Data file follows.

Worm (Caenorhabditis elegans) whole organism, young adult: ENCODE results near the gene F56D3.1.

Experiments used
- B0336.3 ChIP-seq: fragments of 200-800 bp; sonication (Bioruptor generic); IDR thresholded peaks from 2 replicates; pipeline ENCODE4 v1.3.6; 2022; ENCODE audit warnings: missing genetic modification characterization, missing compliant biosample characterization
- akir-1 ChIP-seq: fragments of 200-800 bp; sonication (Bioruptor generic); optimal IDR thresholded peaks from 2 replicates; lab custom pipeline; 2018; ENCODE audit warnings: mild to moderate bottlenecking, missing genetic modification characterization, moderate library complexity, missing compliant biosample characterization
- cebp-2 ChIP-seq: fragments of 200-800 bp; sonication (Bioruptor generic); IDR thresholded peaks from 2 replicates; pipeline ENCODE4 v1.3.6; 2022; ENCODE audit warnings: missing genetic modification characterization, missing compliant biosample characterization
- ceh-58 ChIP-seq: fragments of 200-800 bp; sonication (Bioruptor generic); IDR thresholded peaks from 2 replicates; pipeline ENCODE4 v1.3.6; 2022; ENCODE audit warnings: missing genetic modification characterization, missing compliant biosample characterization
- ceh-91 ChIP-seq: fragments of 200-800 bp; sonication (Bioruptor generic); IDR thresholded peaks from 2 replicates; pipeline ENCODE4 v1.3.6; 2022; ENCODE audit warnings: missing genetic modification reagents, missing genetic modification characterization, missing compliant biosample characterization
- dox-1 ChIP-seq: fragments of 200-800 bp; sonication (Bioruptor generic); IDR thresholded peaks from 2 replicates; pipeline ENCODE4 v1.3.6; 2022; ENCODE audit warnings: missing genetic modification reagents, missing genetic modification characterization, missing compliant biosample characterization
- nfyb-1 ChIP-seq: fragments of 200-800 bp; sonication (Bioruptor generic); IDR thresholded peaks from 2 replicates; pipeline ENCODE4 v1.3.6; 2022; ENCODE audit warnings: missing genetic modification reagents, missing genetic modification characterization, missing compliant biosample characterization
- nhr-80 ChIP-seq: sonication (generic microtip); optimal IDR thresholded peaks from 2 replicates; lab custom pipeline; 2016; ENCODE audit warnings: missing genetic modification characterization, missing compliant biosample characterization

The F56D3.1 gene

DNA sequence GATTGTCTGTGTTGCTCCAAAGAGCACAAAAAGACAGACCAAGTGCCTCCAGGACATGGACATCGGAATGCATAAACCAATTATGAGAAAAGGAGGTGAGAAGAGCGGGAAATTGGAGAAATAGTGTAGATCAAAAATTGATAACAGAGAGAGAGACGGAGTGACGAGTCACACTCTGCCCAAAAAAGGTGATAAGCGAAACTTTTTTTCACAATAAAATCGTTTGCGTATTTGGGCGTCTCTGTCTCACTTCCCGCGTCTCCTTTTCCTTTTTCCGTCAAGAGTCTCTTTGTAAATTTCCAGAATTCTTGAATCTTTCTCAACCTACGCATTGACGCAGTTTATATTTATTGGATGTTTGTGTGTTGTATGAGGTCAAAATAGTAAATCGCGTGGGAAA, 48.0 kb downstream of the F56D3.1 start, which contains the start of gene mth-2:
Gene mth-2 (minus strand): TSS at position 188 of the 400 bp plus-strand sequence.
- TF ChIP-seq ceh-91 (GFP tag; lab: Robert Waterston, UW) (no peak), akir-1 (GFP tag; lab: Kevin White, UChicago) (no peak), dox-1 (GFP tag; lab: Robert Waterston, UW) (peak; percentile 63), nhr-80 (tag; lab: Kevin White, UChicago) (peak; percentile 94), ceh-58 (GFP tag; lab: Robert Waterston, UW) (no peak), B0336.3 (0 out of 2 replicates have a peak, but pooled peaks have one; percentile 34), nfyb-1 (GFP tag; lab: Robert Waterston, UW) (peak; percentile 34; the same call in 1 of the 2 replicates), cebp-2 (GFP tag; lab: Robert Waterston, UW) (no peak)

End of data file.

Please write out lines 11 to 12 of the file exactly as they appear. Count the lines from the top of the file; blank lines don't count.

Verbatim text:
The F56D3.1 gene

DNA sequence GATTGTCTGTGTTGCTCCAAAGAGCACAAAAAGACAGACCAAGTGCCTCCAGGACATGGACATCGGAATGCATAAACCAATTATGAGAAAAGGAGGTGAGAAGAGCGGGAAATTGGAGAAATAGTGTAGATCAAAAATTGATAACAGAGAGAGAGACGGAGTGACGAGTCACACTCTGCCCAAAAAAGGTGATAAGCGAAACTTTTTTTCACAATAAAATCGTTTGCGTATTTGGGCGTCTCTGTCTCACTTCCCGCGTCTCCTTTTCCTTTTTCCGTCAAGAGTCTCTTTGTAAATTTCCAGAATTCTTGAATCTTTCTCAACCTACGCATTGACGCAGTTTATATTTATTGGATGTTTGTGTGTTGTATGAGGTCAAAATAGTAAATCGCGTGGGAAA, 48.0 kb downstream of the F56D3.1 start, which contains the start of gene mth-2: